So let’s try to trust our partners a bit more when they are looking after our (and their!) children. And please can we have a ban on terms like ‘lucky’ or ‘helping out’ when it comes to dads and housework or childcare. If you wouldn’t praise a mum for doing something, don’t praise a dad for doing it. Or better still, praise them both.

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How motherhood changes friendships

I have lost my conversational mojo. After almost six years of all-encompassing motherhood, I can still think up witty retorts, but they usually form in my head several hours, or days, too late.

This – like so much else about parenthood – has had a major effect on my friendships. I am so afraid of being boring that I withdraw from certain social situations I would once have relished. While everyone else discusses exciting jobs, exotic travel destinations and current affairs, I do not want to be that woman who talks about her children. Despite becoming adept at gauging who is genuinely interested when they ask about my boys and adjusting my response accordingly, the problem is that for a long time my life has revolved exclusively around the Heir and the Spare. Until very recently (the Spare has just started nursery class at school which has revolutionised things) I barely had the energy to string a sentence together, let alone partake in an intelligent conversation.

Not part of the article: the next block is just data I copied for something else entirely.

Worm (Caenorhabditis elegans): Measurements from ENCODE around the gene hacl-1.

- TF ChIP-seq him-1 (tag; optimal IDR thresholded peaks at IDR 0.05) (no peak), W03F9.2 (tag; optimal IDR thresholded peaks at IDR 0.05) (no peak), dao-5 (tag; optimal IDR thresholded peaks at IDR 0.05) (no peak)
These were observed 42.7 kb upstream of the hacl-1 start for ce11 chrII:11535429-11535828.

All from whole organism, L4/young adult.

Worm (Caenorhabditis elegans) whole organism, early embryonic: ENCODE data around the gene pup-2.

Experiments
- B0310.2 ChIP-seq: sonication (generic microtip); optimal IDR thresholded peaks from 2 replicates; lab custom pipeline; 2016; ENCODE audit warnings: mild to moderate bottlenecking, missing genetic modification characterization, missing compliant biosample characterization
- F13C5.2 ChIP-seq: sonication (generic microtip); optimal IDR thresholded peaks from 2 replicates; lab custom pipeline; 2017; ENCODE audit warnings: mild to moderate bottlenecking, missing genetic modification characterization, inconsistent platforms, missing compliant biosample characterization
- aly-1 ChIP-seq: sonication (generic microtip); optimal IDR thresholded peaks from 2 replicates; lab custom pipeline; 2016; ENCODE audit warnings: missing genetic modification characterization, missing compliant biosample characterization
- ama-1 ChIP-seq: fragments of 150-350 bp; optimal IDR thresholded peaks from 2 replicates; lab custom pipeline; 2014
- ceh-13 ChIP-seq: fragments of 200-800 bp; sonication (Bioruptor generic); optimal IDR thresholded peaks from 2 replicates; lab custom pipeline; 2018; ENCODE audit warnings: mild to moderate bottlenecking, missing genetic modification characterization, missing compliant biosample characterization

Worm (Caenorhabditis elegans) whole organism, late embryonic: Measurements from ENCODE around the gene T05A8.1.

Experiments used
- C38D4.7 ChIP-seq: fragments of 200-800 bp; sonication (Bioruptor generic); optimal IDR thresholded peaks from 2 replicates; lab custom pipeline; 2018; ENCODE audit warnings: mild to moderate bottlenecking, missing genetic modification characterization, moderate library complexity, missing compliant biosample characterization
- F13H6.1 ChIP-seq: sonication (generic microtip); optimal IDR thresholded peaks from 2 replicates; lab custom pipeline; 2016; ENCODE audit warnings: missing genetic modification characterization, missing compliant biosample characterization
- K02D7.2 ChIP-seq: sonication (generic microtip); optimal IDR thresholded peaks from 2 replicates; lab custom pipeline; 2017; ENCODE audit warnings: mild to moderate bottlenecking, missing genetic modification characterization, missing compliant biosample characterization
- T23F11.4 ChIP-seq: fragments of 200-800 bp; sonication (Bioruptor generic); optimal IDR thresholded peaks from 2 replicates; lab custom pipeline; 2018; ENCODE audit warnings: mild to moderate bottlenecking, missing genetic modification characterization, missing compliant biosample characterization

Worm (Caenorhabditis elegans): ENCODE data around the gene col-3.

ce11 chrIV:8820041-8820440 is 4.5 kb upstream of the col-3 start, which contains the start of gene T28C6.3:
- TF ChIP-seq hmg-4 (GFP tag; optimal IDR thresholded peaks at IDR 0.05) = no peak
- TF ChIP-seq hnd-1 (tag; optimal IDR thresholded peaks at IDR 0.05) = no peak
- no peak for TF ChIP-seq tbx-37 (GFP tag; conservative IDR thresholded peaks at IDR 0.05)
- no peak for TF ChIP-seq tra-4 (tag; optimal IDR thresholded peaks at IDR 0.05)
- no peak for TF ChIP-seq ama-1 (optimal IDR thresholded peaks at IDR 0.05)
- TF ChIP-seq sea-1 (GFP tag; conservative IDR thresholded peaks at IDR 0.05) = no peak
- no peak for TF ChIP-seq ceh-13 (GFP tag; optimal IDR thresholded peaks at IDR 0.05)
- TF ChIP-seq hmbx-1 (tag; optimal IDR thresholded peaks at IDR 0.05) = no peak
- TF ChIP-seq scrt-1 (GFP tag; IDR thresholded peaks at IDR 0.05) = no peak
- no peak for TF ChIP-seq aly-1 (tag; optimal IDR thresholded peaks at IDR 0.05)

I’m not alone. Changing friendship patterns are one of the things all new parents have to navigate, and I don’t know anyone who has found it easy. From the outside, it can too easily seem as though we no longer have time for our single or childless friends, but the truth is much more complicated. For me, somewhere between a lack of babysitter, taking a break from my career, and a crisis of confidence, my casual acquaintances and a number of closer friends fell by the wayside. Bogged down by exhaustion and trying to keep at bay the damaging tentacles of post-natal depression, in the early months I could do little beyond survive on an hour-by-hour basis. Misinterpreting the reasons behind my lack of contact, some people assumed that I no longer wanted to spend time with them. Others weren’t interested in spending time with small children (fair enough) and obviously found the post-baby me less fun to be around. It is true that my priorities had changed, meaning I had less time for, and interest in, some of the things I had previously enjoyed, so friendships based around those activities became less central.